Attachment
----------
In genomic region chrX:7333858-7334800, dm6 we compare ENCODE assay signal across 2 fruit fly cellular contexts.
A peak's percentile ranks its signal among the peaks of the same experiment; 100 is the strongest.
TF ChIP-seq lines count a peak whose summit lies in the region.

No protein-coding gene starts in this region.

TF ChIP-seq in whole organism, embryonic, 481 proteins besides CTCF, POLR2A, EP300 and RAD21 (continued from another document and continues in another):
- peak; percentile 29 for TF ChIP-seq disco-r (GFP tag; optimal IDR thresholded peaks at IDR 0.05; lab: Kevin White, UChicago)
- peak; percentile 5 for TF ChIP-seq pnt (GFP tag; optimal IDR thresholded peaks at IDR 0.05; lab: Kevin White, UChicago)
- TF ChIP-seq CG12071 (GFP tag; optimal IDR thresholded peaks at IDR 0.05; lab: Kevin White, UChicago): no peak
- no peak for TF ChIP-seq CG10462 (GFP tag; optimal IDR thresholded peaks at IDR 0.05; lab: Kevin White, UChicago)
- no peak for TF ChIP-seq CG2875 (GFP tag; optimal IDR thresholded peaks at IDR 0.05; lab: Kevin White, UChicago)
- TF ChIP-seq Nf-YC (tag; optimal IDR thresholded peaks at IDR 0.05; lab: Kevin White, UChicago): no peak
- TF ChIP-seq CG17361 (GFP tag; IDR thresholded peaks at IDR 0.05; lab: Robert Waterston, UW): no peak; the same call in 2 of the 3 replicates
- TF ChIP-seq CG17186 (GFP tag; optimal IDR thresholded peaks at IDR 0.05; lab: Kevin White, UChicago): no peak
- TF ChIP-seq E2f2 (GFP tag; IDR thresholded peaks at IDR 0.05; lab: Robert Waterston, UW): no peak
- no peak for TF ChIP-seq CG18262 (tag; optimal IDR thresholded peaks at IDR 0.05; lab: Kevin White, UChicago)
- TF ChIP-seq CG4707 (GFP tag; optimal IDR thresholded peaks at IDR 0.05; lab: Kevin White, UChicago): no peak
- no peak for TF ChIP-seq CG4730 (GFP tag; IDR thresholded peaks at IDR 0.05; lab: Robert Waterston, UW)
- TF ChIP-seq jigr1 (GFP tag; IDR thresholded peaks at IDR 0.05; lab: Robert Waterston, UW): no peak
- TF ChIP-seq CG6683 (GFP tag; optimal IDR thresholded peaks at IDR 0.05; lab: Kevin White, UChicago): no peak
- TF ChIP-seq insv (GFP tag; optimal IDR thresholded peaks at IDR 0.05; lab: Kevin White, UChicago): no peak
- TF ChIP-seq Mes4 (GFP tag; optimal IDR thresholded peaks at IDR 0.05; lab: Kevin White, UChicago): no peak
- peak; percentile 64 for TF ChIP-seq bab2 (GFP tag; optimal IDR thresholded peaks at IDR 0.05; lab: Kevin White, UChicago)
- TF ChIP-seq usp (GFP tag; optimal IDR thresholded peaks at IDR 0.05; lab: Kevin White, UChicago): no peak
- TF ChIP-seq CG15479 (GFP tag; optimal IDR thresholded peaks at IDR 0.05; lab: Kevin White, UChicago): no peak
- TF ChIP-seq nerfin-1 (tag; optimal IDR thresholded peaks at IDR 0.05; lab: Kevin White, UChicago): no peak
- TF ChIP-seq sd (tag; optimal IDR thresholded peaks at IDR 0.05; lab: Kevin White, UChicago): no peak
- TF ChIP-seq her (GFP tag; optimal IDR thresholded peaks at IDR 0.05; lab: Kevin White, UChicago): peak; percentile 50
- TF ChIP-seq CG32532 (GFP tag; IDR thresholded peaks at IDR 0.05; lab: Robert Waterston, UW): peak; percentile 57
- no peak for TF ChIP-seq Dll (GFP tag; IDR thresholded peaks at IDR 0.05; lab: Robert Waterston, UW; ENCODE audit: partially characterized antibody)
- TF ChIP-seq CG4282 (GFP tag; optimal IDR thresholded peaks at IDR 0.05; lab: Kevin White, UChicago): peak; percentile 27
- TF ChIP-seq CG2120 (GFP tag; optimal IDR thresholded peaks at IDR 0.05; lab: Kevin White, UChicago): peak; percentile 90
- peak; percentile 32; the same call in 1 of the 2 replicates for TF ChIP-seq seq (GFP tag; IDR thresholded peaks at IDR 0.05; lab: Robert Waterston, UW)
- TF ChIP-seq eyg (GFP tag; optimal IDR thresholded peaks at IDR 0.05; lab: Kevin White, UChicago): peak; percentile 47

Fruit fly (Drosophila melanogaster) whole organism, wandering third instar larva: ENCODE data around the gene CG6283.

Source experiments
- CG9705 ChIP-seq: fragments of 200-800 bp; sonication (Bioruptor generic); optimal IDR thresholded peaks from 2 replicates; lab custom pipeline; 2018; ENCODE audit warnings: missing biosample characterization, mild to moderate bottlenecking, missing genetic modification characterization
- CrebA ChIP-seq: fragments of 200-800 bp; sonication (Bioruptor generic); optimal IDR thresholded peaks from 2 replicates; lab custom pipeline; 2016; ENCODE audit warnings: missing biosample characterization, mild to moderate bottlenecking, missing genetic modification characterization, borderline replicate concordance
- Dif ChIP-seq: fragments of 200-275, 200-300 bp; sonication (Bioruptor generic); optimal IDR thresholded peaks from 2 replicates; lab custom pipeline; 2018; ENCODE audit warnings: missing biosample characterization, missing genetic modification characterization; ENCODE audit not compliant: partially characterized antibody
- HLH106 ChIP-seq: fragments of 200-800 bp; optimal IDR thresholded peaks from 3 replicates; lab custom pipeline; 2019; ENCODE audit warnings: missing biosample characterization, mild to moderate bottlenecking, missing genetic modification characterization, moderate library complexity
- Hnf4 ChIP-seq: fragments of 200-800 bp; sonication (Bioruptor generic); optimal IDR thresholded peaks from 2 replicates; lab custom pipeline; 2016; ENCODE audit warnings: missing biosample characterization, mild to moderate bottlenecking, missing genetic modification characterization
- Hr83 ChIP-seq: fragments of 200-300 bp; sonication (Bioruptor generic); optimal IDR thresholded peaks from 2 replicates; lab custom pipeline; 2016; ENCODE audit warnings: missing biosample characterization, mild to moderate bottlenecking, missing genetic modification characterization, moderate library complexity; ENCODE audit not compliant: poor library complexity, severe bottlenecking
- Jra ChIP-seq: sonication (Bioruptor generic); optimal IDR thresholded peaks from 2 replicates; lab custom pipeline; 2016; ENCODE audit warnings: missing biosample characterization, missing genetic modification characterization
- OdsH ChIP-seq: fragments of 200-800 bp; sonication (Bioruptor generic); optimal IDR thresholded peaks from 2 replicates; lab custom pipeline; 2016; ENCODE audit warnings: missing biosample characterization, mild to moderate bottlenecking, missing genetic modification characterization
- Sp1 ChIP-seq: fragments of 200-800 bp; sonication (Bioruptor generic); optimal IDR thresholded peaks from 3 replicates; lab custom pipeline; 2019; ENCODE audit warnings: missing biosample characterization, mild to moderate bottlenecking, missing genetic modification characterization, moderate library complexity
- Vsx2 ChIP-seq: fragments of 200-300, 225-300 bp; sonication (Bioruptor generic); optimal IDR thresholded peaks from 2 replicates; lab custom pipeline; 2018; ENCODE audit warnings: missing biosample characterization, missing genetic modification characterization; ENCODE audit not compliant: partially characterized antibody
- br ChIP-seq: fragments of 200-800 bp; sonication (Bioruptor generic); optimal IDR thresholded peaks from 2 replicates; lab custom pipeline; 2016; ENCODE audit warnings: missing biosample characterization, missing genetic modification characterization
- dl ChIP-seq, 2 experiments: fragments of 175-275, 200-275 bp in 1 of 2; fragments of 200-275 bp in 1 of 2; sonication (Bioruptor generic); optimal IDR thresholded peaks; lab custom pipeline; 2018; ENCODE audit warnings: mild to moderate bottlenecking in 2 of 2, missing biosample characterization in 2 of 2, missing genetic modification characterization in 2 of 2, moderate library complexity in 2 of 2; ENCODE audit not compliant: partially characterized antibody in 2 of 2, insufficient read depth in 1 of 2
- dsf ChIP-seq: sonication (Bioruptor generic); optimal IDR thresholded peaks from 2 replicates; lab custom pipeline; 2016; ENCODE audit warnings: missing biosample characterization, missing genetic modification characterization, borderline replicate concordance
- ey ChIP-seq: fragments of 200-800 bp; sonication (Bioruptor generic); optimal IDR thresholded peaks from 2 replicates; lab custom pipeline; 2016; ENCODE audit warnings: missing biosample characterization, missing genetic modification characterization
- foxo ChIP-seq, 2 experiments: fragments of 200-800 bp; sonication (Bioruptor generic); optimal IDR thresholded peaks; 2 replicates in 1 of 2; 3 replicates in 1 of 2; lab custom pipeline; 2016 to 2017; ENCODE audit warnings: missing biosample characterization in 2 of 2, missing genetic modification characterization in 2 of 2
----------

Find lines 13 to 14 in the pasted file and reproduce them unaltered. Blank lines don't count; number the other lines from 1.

- TF ChIP-seq CG17186 (GFP tag; optimal IDR thresholded peaks at IDR 0.05; lab: Kevin White, UChicago): no peak
- TF ChIP-seq E2f2 (GFP tag; IDR thresholded peaks at IDR 0.05; lab: Robert Waterston, UW): no peak